What do you think of this post?
  • Awesome (1)
  • Interesting (0)
  • Useful (0)
  • More pls (0)


  1. Francisco says:

    The case saddens me but doesn’t shock me. Unfortunately, nothing in that case surprises me.

    As to why it’s not reported by victims:

    1) They may, like society often does with the victims of rape, blame themselves
    2) They may feel that they won’t be believed
    3) They may feel that society would blame them
    4) The prosecuting authorities may decide to drop the case (this is an important factor as it’s emotionally draining to talk about something so intimate to strangers)
    5) Most rape victims report that the trial was worse than the rape itself (after all the defence is going to do everything it can to attack the credibility of the witness at a time when she (or, less often, he) is emotionally vulnerable)

    Just off the top of my head I can think of two news stories that would not impart confidence to victims in the criminal justice system:

    It was such as story that started the whole slutwalk protest movement
    What happens when figures become more important than victims (story is in video format)

    I’m not saying that we should give but I think we (both as individuals and society) should do more to support victims. It’s a lot easier to do things.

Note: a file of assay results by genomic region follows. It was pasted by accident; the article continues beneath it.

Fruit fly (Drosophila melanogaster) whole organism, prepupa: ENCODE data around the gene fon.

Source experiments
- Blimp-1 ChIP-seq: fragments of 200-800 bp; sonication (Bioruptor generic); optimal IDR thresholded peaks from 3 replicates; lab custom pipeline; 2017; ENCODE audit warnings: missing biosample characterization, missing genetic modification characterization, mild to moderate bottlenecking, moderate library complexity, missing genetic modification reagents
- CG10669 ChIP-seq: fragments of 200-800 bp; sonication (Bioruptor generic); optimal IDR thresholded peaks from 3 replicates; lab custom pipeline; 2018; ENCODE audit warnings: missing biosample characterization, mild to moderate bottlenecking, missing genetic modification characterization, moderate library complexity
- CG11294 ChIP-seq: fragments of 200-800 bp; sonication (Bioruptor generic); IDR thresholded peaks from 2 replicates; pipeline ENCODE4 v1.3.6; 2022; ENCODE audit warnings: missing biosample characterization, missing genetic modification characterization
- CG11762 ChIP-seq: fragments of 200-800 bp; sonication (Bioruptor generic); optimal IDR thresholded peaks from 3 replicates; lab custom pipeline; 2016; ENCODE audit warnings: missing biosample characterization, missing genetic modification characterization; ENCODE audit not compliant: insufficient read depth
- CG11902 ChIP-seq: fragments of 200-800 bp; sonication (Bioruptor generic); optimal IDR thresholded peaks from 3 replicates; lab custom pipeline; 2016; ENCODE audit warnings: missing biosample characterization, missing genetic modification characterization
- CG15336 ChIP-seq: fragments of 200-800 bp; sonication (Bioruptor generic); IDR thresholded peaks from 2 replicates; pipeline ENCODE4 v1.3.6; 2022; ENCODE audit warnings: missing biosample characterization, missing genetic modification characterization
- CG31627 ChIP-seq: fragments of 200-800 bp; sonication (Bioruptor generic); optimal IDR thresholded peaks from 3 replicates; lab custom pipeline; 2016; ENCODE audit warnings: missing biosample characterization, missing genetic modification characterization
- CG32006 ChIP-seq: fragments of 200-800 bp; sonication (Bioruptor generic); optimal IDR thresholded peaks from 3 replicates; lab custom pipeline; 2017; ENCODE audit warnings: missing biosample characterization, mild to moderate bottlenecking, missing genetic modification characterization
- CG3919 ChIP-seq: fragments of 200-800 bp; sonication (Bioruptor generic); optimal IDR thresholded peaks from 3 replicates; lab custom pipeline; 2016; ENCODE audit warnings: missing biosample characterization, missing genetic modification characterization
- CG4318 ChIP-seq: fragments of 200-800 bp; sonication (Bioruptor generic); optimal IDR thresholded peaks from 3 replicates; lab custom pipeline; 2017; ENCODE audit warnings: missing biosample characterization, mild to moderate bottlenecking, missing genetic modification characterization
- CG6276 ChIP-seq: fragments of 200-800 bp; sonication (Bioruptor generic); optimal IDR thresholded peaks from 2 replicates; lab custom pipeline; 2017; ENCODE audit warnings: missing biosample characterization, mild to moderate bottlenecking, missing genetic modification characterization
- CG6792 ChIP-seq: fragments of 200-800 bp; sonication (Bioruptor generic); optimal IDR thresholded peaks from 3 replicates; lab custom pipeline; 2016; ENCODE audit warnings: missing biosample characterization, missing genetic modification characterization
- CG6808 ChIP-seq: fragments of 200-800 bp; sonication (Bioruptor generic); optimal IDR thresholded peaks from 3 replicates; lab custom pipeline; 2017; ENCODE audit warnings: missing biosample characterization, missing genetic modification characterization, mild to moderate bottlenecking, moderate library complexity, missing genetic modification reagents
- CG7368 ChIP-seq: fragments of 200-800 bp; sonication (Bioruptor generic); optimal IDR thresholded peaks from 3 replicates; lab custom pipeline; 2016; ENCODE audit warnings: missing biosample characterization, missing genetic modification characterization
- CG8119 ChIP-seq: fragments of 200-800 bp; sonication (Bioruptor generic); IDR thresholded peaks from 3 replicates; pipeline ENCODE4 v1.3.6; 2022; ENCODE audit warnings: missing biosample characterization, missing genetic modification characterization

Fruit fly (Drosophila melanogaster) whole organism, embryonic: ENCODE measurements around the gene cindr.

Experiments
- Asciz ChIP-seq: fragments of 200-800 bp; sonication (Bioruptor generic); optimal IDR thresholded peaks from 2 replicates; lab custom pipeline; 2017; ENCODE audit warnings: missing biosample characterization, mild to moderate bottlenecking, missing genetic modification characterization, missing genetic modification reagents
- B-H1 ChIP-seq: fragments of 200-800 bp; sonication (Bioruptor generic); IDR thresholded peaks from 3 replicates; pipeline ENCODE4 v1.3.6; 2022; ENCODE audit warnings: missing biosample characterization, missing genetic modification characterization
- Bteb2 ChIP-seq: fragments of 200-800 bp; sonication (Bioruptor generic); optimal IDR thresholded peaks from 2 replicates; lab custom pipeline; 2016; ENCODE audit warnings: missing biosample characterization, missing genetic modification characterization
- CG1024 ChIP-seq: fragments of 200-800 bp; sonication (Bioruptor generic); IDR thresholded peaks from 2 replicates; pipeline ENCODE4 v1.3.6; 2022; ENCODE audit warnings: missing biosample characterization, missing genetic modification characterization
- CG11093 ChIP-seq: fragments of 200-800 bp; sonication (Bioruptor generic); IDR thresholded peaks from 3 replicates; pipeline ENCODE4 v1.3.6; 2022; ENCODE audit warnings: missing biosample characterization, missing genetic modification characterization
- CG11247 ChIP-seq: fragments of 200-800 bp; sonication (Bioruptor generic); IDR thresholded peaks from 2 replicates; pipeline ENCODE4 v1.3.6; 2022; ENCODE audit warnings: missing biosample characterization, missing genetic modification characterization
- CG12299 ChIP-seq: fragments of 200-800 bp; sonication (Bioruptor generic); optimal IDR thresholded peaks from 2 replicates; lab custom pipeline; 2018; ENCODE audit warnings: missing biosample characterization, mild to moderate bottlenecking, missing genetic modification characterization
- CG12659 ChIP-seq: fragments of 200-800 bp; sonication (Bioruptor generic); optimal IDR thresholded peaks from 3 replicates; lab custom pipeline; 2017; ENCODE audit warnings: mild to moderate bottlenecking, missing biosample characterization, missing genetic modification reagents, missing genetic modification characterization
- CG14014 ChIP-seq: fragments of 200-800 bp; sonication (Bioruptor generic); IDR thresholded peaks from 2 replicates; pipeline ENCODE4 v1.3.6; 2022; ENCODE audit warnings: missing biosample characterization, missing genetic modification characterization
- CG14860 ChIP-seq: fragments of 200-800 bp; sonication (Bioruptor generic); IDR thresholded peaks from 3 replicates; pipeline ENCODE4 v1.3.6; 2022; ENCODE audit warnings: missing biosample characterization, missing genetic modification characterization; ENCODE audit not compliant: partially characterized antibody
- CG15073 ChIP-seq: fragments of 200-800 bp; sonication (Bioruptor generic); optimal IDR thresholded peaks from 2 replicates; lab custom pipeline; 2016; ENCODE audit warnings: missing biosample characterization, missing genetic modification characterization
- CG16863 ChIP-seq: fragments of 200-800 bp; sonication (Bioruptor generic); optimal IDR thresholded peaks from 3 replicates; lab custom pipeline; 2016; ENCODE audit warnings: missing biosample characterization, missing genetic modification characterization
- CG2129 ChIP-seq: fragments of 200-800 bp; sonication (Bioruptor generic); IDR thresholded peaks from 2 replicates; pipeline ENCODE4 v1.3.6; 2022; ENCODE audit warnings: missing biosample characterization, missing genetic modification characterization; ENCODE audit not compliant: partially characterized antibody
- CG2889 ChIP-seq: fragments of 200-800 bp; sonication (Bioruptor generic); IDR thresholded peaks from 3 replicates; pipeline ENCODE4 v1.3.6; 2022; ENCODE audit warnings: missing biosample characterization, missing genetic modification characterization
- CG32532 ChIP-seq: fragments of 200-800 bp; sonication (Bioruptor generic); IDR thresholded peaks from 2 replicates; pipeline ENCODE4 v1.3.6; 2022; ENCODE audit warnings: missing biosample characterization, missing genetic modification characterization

March 21st, 2013 at 7:02 am

  2. Francisco says:

    Sorry, correction for the last sentence:

    I’m not saying that we should give in but…

    March 21st, 2013 at 7:04 am

  3. Mel says:

    Yeah, I agree about the reasons why victims don’t report the crimes. I think there’s a lot of work to be done in that area, most of it in the attitude towards rape and how it’s handled in the media and by the legal system.

    I understand the reasons. I just don’t think it’s good enough, and it’s up to everyone to do something about it.

    March 21st, 2013 at 8:34 am

  4. Mel says:

    Just saw this: a great piece by John Birmingham, who has a very similar message but says it much more efficiently than I do.

    March 21st, 2013 at 9:16 am

  5. Mel says:

    And another, more blunt and outraged blog post on the same subject. This one quotes the rapists and the awful media coverage. I didn’t use quotes like this because it just makes me so angry and my entire blog post would have ended up as ‘FUCK YOU ALL’.

    March 21st, 2013 at 9:21 am

  6. Francisco says:

    I think you’ll be interested in these two pieces from NPR’s On The Media (currently audio but a transcipt will be available in the next few days):


    March 25th, 2013 at 12:04 am